Hospital Executive Compensation in Recent News
Below is a quick overview of trends within standalone and health system hospital executive’s compensation structures that have received recent media attention. We have first-hand knowledge of some of these issues within our own executive searches, and these trends seem like they will have continued longevity within this sector of healthcare.
- According to the according to Modern Healthcare’s 32nd annual Executive Compensation Survey, comps for supporting executives will continue to rise, as well. CIO’s, CFO’s, COO’s and CNO’s have all seen a continual rise in salaries, and continued (albeit highly selective) demand: “Chief operating officers earned a 3.8% bump. Chief administrative officers also earned an average 3.7% increase” (http://www.modernhealthcare.com/article/20120811/MAGAZINE/308119932#ixzz2REIuCOHi?trk=tynt). In a recent article, the Charlotte Observer reported Carolinas HealthCare System executives saw a 12% increase in compensation (http://www.charlotteobserver.com/2013/02/06/3835851/charlotte-hospital-pay.html).
- Compensation for nonprofit Hospital CEO’s has grown an estimated 18 percent between 2006 and 2009, according to a July 2012 release from the New Hampshire Center for Public Policy (http://www.nhpolicy.org/reports/hospitalceo_final01.pdf).
- Last year, a California Peninsula ballot measure narrowly passed “capping the salary and compensation package for El Camino Hospital and Hospital District executives, managers or administrators” (http://www.smartvoter.org/2012/11/06/ca/scl/meas/M/).
- For-profit hospital executives have also come under scrutiny, as news of top executive’s salaries of the biggest companies was released by Becker (http://www.beckershospitalreview.com/compensation-issues/48-statistics-on-for-profit-hospital-operator-executive-compensation.html).
- The American Hospital Association has published a few whitepapers as a response to the “increased scrutiny from legislators, regulators, the media and even the general public” (Executive Compensation: A Primer for Establishing Reasonable Compensation Available at http://www.aha.org/advocacy-issues/taxexempt/execcomp.shtml) on its site, in attempt to establish a “comprehensive overview of the fiduciary duties of the Board and officers” for top executives at nonprofit hospitals.”
- Despite recent public and legislative scrutiny, compensations of hospital CEO’s (and most recently, of CFO’s and COO’s) have continued to rise. According to Mercer’s 2012 integrated health networks compensation survey, presidents and CEO’s will regularly post a seven figure salary. Compensation usually does not exceed $1 million, however, Health System CEO’s in the 75th percentile are just under that at about $960,000 (Mercer 2012 Integrated Health Networks Compensation Survey, Module one).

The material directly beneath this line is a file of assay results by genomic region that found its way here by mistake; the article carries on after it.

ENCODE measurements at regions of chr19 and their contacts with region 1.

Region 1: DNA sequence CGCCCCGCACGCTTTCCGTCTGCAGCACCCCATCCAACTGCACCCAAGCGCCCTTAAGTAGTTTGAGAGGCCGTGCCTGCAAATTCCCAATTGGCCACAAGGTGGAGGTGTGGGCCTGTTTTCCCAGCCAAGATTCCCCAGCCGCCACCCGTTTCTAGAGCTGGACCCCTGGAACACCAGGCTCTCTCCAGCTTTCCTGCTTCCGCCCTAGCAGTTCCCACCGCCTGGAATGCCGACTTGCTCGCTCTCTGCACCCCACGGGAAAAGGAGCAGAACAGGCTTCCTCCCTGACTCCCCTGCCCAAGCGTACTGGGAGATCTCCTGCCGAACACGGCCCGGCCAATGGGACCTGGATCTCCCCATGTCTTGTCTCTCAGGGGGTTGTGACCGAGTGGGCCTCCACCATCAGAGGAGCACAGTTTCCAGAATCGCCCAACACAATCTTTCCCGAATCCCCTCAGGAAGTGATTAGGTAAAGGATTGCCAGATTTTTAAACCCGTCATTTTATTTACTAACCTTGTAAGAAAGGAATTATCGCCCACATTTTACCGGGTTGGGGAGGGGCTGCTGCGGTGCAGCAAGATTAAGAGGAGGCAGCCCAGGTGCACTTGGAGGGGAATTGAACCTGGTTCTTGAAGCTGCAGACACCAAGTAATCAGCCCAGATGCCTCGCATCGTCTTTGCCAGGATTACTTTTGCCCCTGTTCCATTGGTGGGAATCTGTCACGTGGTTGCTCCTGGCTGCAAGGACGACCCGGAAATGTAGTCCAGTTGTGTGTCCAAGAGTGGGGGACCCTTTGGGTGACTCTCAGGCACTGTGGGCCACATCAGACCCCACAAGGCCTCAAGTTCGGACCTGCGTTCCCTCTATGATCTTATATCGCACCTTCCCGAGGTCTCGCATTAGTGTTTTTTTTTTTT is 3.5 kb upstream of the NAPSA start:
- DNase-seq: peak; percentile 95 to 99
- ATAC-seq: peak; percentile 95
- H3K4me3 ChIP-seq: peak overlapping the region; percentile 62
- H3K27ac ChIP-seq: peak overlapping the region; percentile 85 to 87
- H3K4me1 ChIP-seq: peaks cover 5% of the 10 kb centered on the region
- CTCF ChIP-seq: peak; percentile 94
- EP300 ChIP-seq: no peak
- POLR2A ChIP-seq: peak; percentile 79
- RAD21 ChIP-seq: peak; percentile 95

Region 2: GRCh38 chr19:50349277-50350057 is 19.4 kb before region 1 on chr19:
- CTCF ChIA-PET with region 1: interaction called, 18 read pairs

- However, the process of how hospital boards determine bonuses has fundamentally changed in recent years: According to a comprehensive article by Becker’s Hospital Review, compensation structures for top executives will be influenced more by performance, rather than current market data. “If you’re going to be paid at the 75th percentile, you have to demonstrate 75th percentile performance” says Dr. Thomas Flannery, a partner of the consultant firm, Mercer (http://www.beckershospitalreview.com/compensation-issues/hospital-and-health-system-executive-compensation-in-2013-8-trends-to-monitor.html).
- Valley Regional Hospital in Claremont, N.H.’s board member Carol Vivian echoes this when speaking about their executive search and setting new executive performance goals:
“We do determine what percentage of the goal has been accomplished and have a monetary amount tied to it,” Vivian says. “If we feel like 70% of what we’re looking for is achieved, that’s what we’ll award. Some of them will be all or nothing” (http://www.modernhealthcare.com/article/20120811/MAGAZINE/308119932).
- This is especially good news for CNO’s, CMO’s (Chief Medical Officers), and other physicians who have gained executive-level positions, as they have clinical expertise, managed care administration, and systems application experience. And, even though CNO’s were on average paid less than some of the other C-Level counterparts, the trend of performance versus market rates in salary structure will probably see an increase in the coming years. “Those people now become in high demand because they have demonstrated the skills to do all the complex work that is necessary, and they have the hands-on experience,” Dr. Flannery says. “There’s likely to be a bump in their compensation, particularly for those who have demonstrated success” (http://www.beckershospitalreview.com/compensation-issues/hospital-and-health-system-executive-compensation-in-2013-8-trends-to-monitor.html).